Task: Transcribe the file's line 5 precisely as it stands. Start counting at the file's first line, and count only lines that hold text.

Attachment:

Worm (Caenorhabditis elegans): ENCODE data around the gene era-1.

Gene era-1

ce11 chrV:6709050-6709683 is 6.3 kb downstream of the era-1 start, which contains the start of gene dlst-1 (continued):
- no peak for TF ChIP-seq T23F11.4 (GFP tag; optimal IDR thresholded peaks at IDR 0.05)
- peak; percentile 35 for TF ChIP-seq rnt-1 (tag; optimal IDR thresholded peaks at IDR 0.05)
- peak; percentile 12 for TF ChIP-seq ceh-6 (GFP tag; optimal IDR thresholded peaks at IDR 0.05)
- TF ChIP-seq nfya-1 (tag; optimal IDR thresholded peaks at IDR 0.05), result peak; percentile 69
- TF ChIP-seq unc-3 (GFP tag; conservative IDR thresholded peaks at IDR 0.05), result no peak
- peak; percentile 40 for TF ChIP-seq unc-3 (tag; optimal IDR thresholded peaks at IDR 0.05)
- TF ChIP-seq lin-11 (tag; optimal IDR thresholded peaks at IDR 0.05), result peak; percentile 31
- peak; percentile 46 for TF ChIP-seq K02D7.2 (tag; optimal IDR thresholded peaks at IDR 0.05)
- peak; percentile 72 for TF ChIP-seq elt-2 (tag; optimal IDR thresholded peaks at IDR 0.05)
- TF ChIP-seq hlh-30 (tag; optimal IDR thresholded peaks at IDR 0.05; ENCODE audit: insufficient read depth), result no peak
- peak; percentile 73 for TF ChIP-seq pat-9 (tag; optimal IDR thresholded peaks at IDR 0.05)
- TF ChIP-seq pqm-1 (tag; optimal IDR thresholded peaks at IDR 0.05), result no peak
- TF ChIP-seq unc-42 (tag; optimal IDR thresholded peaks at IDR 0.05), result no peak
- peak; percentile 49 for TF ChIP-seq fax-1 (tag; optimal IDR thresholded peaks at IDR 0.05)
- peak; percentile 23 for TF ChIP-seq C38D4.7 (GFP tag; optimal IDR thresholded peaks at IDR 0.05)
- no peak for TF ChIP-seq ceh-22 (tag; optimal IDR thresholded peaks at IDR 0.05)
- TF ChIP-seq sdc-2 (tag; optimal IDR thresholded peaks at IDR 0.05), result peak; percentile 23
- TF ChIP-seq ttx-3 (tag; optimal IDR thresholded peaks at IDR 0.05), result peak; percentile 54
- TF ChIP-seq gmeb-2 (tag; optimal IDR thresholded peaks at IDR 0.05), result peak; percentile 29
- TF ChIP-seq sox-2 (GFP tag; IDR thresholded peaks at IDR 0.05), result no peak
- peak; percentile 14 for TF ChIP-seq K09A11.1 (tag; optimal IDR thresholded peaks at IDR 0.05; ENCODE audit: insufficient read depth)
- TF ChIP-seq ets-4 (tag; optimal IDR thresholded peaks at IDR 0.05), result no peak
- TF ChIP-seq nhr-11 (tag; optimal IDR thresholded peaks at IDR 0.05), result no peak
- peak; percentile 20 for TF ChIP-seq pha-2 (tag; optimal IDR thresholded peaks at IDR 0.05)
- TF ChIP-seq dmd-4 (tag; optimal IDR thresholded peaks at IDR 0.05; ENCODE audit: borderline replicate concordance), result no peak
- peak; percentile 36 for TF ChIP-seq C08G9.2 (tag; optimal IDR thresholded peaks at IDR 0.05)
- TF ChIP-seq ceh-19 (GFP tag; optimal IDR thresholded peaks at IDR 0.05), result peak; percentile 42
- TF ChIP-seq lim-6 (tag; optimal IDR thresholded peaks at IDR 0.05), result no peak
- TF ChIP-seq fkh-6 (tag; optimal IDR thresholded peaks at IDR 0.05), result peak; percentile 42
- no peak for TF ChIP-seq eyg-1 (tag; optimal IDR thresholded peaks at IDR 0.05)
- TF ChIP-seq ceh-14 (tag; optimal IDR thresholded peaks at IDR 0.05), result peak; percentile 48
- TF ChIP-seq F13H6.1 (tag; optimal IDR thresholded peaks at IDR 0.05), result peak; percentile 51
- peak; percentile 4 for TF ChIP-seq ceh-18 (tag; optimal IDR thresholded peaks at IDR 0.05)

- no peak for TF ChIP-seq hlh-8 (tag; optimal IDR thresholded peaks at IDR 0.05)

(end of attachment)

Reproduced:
- peak; percentile 35 for TF ChIP-seq rnt-1 (tag; optimal IDR thresholded peaks at IDR 0.05)